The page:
B. Rays entering the aperture 4 through the angle a
than the width of the transition area. This has resulted
strike one surface of the wall 18, which surface is
in bright lines on the screen corresponding in width to 50 mirrored to reflect such rays to the entrance pupil 6 of
the portions of the transition areas of uniform density.
camera A. Similarly, rays entering the aperture 4
In accordance with the present invention means are
through the angle 'y strike the mirrored surface of wall
provided for insuring that the transition area will always
20 and are re?ected to the entrance pupil 10 of camera
be of a width su?icient to insure against loss of picture
C. The inner surfaces of walls 18 and 20 are non
and that the portion of the ?lm of varied density will 55 re?ecting to con?ne the light rays entering camera B
correspond in Width to the transition area. The term
to the angle )3. Preferably, as described in the said pend
“vignette” has been given to the portion of a ?lm of
ing application, thin vanes 22 and 24 disposed at the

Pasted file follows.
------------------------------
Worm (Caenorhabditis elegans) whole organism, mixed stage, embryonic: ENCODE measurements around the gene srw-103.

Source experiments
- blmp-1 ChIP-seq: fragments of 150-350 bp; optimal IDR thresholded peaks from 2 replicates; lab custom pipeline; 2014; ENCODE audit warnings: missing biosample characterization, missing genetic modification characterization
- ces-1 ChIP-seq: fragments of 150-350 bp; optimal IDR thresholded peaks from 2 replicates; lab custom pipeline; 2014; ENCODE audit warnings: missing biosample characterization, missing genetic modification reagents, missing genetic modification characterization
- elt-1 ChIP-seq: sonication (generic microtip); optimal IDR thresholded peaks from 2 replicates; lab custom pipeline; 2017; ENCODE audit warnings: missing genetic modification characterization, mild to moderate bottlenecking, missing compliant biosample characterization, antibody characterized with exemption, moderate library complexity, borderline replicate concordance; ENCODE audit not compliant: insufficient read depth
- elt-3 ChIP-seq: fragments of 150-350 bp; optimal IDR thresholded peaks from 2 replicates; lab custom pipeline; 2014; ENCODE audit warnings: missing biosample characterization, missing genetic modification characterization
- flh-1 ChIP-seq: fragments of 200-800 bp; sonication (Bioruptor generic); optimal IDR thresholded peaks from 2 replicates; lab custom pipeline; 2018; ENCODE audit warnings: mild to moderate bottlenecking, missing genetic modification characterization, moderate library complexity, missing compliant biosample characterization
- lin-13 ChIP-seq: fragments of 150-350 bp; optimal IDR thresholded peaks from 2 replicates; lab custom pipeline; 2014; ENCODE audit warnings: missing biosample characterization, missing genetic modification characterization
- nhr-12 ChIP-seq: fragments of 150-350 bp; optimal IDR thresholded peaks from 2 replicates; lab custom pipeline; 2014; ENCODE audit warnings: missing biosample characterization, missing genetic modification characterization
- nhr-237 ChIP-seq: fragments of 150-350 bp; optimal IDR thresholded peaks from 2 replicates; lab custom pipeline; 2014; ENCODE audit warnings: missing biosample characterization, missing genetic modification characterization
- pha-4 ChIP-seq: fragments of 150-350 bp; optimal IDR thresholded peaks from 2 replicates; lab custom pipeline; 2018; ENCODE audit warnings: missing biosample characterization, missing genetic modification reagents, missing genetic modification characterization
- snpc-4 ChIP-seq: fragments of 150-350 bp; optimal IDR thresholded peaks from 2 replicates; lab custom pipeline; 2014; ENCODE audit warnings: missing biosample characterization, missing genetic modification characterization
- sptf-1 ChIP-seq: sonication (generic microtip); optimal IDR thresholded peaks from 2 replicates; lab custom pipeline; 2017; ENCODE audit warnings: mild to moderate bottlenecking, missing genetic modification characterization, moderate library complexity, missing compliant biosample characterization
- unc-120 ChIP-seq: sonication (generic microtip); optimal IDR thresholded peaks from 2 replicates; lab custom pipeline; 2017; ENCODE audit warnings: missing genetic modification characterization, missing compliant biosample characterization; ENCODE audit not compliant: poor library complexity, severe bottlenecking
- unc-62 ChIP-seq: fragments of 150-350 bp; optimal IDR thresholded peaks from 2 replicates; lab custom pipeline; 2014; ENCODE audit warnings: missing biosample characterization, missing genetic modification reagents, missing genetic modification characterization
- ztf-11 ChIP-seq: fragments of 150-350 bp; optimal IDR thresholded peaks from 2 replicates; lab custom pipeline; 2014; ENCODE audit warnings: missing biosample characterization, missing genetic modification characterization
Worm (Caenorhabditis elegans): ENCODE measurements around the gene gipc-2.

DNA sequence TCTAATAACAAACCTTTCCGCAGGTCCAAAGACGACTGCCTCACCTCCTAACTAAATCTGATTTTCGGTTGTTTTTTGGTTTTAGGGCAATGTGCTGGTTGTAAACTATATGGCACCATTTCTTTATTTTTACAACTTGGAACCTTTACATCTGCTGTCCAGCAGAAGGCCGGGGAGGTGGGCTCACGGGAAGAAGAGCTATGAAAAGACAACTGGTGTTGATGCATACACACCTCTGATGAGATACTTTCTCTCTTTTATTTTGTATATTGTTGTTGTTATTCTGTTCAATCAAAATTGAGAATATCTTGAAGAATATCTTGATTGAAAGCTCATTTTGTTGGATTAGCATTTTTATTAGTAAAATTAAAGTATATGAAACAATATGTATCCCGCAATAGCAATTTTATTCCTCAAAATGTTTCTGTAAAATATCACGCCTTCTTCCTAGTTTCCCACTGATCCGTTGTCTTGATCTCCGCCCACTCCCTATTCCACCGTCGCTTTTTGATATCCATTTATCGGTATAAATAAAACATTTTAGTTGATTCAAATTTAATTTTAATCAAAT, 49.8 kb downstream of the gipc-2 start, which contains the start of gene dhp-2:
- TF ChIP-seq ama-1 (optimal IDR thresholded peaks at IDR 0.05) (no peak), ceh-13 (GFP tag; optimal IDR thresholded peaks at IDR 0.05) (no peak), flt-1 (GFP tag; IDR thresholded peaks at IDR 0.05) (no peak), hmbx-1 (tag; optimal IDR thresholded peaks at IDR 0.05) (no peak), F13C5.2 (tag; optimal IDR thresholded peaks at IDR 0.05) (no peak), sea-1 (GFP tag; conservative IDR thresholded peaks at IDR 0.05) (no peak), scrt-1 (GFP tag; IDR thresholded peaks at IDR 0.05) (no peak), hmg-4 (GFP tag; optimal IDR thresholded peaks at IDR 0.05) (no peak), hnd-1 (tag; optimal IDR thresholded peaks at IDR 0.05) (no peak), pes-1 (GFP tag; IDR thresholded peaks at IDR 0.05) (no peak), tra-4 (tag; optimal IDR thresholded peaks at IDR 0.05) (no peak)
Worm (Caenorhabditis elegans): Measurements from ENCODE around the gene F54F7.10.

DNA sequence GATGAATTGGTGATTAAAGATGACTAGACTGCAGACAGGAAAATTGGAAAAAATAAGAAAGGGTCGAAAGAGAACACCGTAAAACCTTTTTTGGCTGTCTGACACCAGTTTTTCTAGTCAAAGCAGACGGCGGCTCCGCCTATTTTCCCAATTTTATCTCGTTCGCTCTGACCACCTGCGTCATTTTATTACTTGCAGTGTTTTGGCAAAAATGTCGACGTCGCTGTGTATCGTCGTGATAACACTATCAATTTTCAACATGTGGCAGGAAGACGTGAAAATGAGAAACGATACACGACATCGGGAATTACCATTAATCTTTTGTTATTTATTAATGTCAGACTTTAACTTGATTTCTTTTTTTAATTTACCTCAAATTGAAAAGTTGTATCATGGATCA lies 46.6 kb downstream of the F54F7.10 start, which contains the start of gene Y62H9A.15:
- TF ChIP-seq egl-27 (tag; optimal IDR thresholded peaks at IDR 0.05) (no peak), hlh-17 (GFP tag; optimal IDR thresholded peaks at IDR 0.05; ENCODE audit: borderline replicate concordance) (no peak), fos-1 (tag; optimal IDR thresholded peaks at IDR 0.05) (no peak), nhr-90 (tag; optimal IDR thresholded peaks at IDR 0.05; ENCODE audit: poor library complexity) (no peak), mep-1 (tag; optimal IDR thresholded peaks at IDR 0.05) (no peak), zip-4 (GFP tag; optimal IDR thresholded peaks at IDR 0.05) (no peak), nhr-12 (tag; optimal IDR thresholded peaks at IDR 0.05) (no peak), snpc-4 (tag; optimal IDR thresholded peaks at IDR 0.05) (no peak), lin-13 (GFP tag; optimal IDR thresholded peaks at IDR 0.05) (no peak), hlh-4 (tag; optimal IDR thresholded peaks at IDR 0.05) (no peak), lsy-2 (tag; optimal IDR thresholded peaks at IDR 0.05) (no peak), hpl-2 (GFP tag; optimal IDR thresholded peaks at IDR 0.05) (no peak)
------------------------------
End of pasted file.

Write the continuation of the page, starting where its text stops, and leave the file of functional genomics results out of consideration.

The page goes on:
graduated density and this term will be used hereinafter.
remote ends of wall members 18 and 20 respectively and
In accordance with the invention the vignette is made
in the planes of the limiting rays entering camera B are
to have the same width as the transition area by so ex 60 provided for preventing the side cameras from receiving
posing a narrow strip of either the negative or the posi
direct rays from the portion of the scene to be photo
tive ?lm at a suitable stage of the photographic process
graphed by camera B. Theoretically, for elimination of
that there is superposed over the transition area a region
parallax, the optimum position of cameras A and C with
tion in light intensity at the junction areas during projec
wherein light transmission is varied. Thus, when the
respect to camera B and the mirrored surfaces of the wall
transition areas are overlapped during projecting, excess 65 members 18 and 20 is such that the entrance pupil 8 is
light will not be projected to the screen at the junction
the mirror image of the entrance pupils of each of the
areas. The exposure to provide a su?iciently wide vig
other cameras.
'
nette can be e?ected, for example, by preparing a mask
In practice, I have found that better results are obtained
from which a negative having an opaque central area
when the mirrored surfaces are shifted through a small
and a band or bands along the side or sides of grad 70 angle away from the theoretical position for perfect opti